Computing stuff tied to the physical world

One step at a time

Let’s step back for a moment and review the big picture of what we’re trying to accomplish:

Rpi i2c rf69

The goal is to receive periodic “pings” from a remote wireless node and see the results as plain text on the Raspberry Pi command line. What we have already is:

  • a working Raspberry Pi setup, using either keyboard + monitor or a network login
  • a working FTDI programming adapter, as used in the Getting Started series
  • a way to connect to the I2C bus from the command line, using “i2cdump“, etc.
  • a working example of the LPC810 acting as I2C slave
  • all the hardware setups, both on the Raspberry Pi side and on the remote node side
  • a tentative implementation of the remote node and the I2C bridge

Now is probably a good time to point out that the above setup is actually quite amazing: building a multi-bus / multi-platform / ultra low-power / embedded RF configuration like this can nowadays be done with a hardware investment of well under €100! The wide availability of free and open source tools, very low-cost hardware, and the wealth of information we can find on internet is unprecedented in history.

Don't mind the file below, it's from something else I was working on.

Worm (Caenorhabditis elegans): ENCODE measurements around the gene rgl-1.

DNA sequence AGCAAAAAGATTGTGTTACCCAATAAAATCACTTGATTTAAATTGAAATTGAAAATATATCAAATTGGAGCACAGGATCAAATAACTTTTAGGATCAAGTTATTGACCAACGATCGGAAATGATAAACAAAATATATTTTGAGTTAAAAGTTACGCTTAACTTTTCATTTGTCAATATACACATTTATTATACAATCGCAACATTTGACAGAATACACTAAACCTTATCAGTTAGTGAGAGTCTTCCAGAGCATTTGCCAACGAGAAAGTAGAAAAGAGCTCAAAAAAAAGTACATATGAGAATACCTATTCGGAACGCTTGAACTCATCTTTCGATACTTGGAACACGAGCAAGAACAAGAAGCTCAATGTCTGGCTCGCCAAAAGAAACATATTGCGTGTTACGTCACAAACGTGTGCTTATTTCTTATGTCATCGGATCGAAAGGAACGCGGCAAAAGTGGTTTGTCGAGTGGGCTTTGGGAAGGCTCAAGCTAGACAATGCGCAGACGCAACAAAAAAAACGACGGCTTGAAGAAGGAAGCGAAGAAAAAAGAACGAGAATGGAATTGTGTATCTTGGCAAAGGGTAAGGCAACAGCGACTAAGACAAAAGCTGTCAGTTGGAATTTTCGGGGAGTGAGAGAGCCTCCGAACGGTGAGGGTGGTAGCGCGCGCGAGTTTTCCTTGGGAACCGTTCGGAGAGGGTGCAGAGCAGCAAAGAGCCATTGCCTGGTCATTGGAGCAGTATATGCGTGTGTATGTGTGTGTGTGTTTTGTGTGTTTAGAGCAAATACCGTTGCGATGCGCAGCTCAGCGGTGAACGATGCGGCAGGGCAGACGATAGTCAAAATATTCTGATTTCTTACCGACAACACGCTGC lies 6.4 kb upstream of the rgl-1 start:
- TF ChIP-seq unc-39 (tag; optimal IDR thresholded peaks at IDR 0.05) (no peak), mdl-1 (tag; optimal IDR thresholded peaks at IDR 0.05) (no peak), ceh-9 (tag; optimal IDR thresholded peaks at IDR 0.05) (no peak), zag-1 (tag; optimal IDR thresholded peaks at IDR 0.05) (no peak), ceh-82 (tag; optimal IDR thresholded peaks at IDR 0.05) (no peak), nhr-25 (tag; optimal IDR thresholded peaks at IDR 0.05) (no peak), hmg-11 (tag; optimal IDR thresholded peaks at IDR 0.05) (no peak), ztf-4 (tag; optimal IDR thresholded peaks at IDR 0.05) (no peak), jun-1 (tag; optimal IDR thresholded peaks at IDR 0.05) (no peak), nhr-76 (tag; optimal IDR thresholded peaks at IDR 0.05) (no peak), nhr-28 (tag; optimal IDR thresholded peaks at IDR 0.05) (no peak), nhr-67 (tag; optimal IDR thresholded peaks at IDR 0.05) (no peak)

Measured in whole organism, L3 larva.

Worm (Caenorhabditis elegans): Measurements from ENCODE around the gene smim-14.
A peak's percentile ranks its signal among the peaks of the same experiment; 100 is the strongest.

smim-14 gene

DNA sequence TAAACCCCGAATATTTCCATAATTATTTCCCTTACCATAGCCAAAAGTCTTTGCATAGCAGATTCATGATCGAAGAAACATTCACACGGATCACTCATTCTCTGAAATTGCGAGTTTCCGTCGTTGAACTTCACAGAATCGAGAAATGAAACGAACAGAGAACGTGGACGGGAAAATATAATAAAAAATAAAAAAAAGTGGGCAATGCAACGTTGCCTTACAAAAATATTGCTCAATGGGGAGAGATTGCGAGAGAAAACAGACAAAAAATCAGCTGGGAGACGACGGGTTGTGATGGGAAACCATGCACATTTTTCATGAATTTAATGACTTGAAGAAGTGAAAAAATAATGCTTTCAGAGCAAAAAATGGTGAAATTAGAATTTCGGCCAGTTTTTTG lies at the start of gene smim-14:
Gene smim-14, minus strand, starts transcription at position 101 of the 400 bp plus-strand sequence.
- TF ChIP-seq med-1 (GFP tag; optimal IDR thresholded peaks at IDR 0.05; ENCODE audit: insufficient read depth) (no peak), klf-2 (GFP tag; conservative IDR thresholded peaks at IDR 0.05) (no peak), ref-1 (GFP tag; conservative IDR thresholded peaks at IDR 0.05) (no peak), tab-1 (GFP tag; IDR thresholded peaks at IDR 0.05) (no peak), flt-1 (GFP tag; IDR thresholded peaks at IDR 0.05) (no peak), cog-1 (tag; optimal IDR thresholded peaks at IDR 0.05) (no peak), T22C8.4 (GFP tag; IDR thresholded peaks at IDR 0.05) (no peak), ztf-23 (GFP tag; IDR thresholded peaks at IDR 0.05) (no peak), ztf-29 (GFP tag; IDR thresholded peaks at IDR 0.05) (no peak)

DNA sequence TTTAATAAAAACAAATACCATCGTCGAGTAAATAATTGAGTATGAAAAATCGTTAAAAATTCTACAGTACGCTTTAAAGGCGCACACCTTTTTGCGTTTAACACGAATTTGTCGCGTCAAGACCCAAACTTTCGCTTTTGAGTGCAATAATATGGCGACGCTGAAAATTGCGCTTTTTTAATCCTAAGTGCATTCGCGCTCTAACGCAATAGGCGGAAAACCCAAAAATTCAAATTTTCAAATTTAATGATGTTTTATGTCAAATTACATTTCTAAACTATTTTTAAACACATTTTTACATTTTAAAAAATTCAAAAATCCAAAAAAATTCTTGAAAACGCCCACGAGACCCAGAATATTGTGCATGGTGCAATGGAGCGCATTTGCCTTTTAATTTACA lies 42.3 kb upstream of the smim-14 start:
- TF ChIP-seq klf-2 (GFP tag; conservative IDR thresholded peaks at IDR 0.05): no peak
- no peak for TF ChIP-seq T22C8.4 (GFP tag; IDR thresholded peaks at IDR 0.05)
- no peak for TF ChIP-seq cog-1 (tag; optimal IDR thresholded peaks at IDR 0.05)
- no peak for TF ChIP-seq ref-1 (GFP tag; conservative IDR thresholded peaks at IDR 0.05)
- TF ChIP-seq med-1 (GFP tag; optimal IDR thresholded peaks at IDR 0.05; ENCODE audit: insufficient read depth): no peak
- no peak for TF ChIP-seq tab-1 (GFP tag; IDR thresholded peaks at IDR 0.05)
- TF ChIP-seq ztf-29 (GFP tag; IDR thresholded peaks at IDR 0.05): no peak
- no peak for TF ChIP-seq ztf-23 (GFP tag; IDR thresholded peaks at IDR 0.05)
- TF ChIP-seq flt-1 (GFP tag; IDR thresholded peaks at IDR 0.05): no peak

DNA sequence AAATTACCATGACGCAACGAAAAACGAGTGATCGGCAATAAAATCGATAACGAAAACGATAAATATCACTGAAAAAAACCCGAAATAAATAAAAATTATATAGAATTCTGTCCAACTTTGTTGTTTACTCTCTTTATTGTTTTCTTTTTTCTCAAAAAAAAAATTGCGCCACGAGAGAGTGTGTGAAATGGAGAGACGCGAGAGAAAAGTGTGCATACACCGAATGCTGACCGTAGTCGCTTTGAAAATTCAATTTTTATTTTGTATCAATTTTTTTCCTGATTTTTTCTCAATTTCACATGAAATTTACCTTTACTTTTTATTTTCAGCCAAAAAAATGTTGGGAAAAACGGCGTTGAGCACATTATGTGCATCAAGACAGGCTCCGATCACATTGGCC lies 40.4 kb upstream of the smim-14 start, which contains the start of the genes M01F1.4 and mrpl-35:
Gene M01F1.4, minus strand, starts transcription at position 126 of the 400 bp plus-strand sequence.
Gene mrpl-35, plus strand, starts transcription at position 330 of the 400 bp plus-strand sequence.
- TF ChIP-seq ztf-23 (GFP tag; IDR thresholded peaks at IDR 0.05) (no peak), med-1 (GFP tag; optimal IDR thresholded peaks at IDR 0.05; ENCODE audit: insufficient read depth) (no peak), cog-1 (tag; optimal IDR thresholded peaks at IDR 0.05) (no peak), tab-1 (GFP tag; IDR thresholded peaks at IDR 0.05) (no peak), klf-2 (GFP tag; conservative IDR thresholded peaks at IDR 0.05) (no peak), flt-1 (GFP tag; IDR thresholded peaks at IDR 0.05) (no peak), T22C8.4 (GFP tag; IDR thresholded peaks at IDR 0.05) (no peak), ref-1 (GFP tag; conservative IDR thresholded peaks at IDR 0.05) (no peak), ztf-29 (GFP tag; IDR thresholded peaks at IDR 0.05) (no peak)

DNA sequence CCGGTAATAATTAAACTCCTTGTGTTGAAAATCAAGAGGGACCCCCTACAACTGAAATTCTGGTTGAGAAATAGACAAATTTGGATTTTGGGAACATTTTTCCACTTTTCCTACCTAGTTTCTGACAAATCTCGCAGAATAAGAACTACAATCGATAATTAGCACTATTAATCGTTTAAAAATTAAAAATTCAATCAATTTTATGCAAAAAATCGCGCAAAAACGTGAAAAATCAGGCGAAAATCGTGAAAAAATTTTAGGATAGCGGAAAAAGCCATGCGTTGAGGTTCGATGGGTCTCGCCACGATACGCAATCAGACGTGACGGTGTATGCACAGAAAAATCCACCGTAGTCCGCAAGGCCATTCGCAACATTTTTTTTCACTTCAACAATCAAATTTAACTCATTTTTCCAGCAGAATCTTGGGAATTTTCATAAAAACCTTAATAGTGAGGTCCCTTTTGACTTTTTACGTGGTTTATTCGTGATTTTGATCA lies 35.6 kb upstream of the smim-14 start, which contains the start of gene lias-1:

It’s unlikely (read: impossible) that the code will work on the first try, and there are lots of places where things can go wrong. Our best bet is to dramatically simplify things, and try and get each of the steps working one by one. Since we can’t see whether the RF side is working before I2C works, we’ll need to address that very early on.

We can test the I2C slave logic by simply returning some fixed data, but this time – unlike the previous slave code – we’ll include the new RequestHandler class.

Once the slave access works, we’ll insert some dummy data periodically into the new PacketBuffer class, and verify that it can all be retrieved from the Raspberry Pi host.

But first… let’s write some host-side code to access this imaginary new slave device.

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